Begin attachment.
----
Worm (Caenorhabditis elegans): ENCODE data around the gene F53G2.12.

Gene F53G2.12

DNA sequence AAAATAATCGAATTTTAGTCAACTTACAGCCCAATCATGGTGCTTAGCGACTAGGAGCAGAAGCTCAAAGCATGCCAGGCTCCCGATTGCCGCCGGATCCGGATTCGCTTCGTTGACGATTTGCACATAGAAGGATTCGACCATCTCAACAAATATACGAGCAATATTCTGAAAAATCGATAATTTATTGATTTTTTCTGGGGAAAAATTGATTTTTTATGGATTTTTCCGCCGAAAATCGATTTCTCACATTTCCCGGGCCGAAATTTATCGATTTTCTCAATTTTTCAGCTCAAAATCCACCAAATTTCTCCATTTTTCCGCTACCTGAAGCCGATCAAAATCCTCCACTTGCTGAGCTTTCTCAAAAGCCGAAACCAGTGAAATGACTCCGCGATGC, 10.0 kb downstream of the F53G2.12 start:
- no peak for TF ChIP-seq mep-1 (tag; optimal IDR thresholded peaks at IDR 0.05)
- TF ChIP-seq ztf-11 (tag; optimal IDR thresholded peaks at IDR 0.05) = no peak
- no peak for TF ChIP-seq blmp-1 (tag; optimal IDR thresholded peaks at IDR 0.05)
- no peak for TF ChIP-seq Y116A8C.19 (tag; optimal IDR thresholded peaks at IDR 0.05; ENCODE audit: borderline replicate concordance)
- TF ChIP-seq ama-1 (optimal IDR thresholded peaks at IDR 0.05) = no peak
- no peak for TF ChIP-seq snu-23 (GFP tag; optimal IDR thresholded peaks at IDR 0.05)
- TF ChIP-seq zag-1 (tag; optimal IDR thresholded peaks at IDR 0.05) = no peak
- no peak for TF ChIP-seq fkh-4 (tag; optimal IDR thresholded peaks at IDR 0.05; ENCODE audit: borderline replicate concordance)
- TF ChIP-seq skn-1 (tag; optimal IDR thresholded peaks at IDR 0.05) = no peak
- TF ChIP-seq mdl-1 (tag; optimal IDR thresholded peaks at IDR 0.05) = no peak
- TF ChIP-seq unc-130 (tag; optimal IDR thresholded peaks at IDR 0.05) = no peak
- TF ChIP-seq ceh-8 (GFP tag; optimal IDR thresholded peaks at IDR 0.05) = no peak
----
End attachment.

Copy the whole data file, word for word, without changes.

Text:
Worm (Caenorhabditis elegans): ENCODE data around the gene F53G2.12.

Gene F53G2.12

DNA sequence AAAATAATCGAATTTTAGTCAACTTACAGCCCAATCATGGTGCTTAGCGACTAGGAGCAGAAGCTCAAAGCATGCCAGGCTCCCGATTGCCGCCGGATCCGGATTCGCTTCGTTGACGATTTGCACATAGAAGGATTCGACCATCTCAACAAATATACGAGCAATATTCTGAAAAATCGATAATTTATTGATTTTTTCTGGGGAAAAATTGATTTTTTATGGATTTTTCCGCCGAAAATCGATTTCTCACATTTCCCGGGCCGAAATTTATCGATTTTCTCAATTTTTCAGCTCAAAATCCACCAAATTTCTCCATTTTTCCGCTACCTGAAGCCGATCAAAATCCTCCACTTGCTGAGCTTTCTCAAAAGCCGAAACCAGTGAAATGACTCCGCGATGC, 10.0 kb downstream of the F53G2.12 start:
- no peak for TF ChIP-seq mep-1 (tag; optimal IDR thresholded peaks at IDR 0.05)
- TF ChIP-seq ztf-11 (tag; optimal IDR thresholded peaks at IDR 0.05) = no peak
- no peak for TF ChIP-seq blmp-1 (tag; optimal IDR thresholded peaks at IDR 0.05)
- no peak for TF ChIP-seq Y116A8C.19 (tag; optimal IDR thresholded peaks at IDR 0.05; ENCODE audit: borderline replicate concordance)
- TF ChIP-seq ama-1 (optimal IDR thresholded peaks at IDR 0.05) = no peak
- no peak for TF ChIP-seq snu-23 (GFP tag; optimal IDR thresholded peaks at IDR 0.05)
- TF ChIP-seq zag-1 (tag; optimal IDR thresholded peaks at IDR 0.05) = no peak
- no peak for TF ChIP-seq fkh-4 (tag; optimal IDR thresholded peaks at IDR 0.05; ENCODE audit: borderline replicate concordance)
- TF ChIP-seq skn-1 (tag; optimal IDR thresholded peaks at IDR 0.05) = no peak
- TF ChIP-seq mdl-1 (tag; optimal IDR thresholded peaks at IDR 0.05) = no peak
- TF ChIP-seq unc-130 (tag; optimal IDR thresholded peaks at IDR 0.05) = no peak
- TF ChIP-seq ceh-8 (GFP tag; optimal IDR thresholded peaks at IDR 0.05) = no peak